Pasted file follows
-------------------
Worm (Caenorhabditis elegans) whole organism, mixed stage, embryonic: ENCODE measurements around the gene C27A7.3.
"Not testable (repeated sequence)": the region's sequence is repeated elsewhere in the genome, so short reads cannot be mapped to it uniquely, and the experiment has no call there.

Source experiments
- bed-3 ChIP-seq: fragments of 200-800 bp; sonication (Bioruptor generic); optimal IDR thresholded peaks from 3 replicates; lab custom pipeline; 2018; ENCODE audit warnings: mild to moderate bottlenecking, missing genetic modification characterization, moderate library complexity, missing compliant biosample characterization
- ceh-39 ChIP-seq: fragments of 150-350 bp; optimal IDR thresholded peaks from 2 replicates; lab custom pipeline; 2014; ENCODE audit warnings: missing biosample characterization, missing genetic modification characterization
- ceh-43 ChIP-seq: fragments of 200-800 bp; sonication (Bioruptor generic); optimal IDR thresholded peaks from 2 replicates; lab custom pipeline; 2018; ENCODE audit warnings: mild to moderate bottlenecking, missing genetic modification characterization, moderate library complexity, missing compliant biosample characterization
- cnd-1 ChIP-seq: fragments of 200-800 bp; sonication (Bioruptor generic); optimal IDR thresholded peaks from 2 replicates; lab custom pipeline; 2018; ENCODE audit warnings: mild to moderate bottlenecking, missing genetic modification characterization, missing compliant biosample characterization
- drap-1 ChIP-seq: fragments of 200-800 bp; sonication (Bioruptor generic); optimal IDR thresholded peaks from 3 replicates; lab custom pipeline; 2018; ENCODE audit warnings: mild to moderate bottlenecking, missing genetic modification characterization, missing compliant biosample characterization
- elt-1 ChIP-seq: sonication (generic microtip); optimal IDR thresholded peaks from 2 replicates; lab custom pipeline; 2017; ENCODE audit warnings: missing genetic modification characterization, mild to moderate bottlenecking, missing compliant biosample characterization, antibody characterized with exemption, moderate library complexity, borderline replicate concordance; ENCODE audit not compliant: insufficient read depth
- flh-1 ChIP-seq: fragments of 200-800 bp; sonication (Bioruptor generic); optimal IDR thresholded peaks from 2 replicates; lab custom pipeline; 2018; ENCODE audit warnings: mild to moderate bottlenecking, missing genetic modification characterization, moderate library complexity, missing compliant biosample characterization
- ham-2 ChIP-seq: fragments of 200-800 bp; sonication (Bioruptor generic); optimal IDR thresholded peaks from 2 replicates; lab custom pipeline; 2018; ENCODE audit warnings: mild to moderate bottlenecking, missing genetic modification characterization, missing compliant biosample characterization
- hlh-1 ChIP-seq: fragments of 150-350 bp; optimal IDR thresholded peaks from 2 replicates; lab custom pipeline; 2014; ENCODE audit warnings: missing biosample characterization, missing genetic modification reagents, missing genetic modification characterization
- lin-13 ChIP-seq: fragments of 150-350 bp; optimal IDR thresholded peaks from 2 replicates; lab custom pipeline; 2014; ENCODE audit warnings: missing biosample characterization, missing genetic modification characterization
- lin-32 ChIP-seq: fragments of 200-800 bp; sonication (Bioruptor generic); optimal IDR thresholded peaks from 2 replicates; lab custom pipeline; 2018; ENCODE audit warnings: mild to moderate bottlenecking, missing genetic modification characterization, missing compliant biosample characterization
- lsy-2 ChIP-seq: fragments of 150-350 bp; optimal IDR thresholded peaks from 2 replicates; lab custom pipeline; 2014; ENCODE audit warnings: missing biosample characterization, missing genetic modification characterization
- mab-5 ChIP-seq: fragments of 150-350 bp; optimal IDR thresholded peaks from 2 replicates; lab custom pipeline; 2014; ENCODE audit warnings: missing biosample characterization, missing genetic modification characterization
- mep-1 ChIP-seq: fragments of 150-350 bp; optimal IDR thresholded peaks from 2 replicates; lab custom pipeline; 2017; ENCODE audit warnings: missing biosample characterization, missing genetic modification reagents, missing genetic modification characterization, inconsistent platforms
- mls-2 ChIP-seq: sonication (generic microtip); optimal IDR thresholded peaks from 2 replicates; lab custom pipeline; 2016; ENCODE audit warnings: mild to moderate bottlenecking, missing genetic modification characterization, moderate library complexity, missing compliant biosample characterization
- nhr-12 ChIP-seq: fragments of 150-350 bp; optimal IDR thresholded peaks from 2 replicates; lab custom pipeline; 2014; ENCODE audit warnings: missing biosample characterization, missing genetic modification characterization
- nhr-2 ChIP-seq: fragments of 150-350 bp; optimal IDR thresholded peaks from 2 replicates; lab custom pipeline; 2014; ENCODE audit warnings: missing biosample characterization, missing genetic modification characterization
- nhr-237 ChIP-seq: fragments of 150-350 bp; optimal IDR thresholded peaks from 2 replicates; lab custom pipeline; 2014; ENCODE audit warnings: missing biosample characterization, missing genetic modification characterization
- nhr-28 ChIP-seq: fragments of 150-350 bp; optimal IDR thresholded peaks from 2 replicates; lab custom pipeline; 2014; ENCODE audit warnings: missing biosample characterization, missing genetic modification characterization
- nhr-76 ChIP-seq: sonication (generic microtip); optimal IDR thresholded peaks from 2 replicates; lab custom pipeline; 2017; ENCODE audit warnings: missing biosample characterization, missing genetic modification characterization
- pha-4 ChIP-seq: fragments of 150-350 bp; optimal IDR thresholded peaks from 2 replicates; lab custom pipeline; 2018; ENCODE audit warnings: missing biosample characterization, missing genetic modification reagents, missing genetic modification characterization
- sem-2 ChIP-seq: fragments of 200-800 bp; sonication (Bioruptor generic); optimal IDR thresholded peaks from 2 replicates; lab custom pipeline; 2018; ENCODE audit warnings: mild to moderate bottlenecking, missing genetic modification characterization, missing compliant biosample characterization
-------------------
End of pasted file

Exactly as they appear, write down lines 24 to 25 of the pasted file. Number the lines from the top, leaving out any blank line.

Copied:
- pha-4 ChIP-seq: fragments of 150-350 bp; optimal IDR thresholded peaks from 2 replicates; lab custom pipeline; 2018; ENCODE audit warnings: missing biosample characterization, missing genetic modification reagents, missing genetic modification characterization
- sem-2 ChIP-seq: fragments of 200-800 bp; sonication (Bioruptor generic); optimal IDR thresholded peaks from 2 replicates; lab custom pipeline; 2018; ENCODE audit warnings: mild to moderate bottlenecking, missing genetic modification characterization, missing compliant biosample characterization